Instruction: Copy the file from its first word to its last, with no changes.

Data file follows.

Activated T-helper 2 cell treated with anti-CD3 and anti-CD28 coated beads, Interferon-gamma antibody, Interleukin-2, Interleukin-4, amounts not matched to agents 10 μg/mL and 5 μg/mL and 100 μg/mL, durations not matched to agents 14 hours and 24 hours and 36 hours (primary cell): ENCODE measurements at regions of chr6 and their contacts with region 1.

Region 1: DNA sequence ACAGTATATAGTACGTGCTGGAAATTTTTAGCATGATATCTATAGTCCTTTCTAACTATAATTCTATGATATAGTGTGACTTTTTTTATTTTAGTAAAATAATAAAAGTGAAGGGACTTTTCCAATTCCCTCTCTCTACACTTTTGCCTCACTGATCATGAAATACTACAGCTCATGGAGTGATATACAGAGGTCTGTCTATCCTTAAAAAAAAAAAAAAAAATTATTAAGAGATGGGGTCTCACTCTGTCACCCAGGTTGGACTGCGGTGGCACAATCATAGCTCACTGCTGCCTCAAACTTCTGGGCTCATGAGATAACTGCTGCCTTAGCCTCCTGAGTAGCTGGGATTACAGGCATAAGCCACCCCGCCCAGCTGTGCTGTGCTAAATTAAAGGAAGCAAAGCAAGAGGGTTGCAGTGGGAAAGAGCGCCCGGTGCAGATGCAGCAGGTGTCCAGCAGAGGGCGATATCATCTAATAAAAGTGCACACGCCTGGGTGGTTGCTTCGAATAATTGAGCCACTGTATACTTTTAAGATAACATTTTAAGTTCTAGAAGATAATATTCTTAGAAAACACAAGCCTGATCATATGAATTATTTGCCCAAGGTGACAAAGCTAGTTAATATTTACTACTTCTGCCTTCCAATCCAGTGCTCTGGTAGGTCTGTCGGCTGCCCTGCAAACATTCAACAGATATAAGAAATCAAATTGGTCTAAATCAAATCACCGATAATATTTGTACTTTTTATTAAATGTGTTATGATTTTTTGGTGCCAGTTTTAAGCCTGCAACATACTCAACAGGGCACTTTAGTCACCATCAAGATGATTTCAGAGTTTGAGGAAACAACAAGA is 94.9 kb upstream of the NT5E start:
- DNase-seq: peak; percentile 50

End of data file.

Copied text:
Activated T-helper 2 cell treated with anti-CD3 and anti-CD28 coated beads, Interferon-gamma antibody, Interleukin-2, Interleukin-4, amounts not matched to agents 10 μg/mL and 5 μg/mL and 100 μg/mL, durations not matched to agents 14 hours and 24 hours and 36 hours (primary cell): ENCODE measurements at regions of chr6 and their contacts with region 1.

Region 1: DNA sequence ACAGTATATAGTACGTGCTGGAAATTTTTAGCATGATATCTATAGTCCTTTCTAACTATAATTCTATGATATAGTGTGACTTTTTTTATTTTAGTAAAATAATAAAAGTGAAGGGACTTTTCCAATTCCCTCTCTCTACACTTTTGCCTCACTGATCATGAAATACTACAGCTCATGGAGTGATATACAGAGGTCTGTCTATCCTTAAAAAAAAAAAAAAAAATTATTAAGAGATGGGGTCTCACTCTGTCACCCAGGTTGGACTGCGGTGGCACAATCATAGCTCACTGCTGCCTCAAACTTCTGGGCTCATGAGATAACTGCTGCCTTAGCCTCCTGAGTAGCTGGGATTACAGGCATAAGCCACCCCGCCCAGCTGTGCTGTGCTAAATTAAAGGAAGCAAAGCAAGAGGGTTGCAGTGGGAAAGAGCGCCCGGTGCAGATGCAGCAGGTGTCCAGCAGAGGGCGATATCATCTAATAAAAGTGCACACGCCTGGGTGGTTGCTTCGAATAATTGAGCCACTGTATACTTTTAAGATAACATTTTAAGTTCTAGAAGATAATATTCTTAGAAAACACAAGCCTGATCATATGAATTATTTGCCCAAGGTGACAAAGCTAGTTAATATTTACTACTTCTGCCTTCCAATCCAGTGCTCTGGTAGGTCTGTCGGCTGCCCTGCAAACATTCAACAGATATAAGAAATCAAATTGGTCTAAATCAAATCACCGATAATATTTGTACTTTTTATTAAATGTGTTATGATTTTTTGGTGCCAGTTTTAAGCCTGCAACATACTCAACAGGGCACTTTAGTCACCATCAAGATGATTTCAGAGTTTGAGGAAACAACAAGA is 94.9 kb upstream of the NT5E start:
- DNase-seq: peak; percentile 50